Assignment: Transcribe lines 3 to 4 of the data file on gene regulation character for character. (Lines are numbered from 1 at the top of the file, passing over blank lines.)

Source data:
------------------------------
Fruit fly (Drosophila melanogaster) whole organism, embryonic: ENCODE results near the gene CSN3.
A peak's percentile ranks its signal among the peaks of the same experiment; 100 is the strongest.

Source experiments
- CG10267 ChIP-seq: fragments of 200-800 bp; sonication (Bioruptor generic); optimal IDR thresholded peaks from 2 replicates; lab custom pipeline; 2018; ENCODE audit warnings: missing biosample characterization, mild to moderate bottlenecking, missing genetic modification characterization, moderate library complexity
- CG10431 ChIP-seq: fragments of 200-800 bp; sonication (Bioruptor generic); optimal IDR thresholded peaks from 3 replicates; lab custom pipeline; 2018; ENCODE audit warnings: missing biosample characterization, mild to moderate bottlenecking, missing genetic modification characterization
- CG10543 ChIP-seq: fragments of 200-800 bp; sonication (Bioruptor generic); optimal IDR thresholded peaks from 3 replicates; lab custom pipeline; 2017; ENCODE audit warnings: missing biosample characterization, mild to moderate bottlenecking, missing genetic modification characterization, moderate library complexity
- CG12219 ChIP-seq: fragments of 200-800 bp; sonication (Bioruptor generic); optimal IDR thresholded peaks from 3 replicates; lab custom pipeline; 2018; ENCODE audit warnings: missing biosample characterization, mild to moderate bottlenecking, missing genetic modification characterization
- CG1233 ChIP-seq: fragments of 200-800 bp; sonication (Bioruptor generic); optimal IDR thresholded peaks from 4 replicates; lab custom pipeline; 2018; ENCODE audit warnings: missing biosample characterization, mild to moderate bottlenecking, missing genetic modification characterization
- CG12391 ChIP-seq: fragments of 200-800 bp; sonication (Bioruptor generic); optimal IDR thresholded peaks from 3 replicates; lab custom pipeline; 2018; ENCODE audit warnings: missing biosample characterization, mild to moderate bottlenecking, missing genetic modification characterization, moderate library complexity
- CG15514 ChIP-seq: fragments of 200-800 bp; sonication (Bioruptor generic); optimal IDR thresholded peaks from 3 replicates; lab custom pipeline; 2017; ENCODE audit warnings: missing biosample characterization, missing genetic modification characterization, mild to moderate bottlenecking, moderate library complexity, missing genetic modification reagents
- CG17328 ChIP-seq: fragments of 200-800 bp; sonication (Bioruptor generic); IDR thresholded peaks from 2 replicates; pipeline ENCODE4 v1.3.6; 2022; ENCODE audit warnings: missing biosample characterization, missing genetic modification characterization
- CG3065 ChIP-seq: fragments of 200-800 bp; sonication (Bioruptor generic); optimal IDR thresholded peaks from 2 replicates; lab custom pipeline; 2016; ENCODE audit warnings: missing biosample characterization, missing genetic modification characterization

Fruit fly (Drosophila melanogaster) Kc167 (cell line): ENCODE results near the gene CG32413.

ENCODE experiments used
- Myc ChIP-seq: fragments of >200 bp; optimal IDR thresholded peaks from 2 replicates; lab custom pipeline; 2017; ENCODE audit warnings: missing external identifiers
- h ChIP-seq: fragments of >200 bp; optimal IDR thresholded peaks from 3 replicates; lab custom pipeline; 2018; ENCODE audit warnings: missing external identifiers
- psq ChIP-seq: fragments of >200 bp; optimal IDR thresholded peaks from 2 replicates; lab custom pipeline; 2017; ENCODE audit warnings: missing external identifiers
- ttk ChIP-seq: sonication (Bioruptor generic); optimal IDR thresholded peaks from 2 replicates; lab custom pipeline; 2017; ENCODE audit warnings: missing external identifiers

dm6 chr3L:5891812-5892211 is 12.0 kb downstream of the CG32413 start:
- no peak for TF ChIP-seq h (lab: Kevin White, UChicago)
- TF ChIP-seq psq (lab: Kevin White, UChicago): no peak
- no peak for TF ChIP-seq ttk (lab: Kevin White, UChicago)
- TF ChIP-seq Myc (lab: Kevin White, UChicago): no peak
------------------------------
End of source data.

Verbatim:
Source experiments
- CG10267 ChIP-seq: fragments of 200-800 bp; sonication (Bioruptor generic); optimal IDR thresholded peaks from 2 replicates; lab custom pipeline; 2018; ENCODE audit warnings: missing biosample characterization, mild to moderate bottlenecking, missing genetic modification characterization, moderate library complexity